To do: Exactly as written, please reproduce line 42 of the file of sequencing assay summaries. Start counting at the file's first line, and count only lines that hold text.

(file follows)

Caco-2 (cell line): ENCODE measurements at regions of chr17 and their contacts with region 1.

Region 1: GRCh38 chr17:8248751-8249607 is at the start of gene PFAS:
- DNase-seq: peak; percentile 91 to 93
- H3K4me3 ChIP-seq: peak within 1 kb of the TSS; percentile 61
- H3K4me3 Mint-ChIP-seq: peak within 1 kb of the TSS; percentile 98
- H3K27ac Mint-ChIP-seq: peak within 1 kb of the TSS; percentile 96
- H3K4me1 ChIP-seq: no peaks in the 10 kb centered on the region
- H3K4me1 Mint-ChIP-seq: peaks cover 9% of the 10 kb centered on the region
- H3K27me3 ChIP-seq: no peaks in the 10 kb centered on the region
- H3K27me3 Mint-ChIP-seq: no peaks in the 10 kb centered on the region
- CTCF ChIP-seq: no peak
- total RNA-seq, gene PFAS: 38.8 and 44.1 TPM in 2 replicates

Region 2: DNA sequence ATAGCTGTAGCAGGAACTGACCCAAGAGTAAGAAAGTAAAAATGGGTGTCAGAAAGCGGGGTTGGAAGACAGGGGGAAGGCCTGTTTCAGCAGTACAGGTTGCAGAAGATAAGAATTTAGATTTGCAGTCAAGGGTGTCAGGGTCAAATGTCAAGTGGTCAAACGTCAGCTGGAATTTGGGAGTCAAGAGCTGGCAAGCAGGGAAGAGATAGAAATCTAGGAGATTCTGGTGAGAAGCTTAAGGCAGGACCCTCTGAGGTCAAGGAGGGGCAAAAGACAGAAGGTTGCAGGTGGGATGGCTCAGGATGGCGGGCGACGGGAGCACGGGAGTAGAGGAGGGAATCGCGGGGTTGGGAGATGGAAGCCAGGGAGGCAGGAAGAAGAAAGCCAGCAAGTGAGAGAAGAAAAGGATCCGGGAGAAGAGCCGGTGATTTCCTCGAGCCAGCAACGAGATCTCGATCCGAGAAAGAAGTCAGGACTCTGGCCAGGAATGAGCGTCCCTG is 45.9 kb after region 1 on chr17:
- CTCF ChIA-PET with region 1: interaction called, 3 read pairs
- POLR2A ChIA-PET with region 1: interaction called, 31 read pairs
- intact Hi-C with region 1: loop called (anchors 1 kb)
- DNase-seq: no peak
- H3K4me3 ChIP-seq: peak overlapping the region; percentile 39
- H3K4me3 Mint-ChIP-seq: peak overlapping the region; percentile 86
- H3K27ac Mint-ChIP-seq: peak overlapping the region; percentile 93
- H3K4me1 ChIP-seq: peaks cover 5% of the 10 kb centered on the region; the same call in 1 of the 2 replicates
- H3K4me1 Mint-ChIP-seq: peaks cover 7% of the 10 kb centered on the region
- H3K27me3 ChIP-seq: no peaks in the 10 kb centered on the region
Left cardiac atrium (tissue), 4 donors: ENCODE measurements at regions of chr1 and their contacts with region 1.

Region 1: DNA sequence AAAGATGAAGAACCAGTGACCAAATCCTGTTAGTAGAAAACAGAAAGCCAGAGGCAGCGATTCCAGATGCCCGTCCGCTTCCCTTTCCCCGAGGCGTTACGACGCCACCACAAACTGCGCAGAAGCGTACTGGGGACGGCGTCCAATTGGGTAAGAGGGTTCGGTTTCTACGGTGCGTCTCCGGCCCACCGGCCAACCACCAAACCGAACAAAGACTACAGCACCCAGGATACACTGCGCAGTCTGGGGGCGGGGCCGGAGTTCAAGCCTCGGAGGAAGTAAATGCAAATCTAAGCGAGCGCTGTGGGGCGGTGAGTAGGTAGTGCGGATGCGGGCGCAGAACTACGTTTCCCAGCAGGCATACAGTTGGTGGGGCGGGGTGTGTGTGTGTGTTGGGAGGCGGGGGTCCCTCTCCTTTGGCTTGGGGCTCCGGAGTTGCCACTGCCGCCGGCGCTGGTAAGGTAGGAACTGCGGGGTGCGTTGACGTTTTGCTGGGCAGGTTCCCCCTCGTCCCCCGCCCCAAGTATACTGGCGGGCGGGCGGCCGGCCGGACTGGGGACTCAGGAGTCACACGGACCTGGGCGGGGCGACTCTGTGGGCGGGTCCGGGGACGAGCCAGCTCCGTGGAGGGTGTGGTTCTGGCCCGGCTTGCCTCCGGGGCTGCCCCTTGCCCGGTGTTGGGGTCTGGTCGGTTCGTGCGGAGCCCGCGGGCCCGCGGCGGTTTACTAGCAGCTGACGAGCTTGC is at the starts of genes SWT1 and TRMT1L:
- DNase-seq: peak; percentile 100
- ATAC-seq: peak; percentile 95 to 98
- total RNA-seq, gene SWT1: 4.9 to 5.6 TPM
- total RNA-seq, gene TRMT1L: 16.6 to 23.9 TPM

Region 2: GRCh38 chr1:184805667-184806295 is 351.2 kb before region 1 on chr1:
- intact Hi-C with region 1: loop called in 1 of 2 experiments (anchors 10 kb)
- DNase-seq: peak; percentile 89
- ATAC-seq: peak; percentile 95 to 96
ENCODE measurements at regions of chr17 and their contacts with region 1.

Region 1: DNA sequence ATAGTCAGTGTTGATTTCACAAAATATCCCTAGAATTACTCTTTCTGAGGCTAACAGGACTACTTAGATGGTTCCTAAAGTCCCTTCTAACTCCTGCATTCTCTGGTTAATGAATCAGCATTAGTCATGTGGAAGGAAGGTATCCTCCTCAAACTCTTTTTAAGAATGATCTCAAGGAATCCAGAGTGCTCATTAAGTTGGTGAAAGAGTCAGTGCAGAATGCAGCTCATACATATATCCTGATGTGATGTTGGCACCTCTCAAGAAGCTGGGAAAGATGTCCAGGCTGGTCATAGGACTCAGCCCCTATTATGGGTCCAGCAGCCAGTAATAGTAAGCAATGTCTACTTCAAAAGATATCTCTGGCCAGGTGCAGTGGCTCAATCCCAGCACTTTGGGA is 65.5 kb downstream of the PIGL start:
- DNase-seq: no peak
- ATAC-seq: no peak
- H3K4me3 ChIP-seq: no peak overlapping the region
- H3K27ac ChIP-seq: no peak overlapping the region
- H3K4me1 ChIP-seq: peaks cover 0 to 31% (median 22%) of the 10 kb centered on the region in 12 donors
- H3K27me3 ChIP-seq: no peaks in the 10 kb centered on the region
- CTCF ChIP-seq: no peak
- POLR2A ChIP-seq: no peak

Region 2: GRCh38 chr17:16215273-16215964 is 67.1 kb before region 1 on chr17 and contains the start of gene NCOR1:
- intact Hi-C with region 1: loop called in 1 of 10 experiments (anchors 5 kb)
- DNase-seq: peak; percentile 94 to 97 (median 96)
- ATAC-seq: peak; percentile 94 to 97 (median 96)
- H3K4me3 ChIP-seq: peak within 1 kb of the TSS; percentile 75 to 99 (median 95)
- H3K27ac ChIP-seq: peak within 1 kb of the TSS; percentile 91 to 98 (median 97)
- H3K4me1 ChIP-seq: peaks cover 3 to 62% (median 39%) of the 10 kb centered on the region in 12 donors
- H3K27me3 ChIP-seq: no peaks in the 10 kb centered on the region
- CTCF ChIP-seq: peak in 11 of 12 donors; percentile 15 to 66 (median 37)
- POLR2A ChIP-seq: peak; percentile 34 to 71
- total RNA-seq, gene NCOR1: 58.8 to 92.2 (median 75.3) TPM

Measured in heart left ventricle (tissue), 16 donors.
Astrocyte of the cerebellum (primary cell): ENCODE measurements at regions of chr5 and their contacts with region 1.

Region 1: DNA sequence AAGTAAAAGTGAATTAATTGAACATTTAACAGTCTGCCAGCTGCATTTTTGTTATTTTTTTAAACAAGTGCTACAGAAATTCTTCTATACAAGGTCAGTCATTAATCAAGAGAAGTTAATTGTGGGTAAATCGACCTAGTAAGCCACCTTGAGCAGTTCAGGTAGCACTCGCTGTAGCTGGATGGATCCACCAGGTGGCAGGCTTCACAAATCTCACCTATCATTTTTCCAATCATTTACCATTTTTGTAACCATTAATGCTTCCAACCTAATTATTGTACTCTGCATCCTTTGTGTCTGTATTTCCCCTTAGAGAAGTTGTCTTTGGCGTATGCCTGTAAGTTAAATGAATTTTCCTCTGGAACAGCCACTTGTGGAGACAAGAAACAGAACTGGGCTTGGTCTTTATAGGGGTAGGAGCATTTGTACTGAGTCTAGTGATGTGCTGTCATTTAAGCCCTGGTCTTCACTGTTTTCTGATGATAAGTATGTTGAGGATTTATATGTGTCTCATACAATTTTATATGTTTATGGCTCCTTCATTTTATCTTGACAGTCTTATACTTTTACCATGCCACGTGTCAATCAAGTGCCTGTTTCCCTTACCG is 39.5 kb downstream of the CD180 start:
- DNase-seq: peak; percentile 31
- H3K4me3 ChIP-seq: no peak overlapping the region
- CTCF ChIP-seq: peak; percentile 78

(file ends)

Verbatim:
- CTCF ChIP-seq: no peak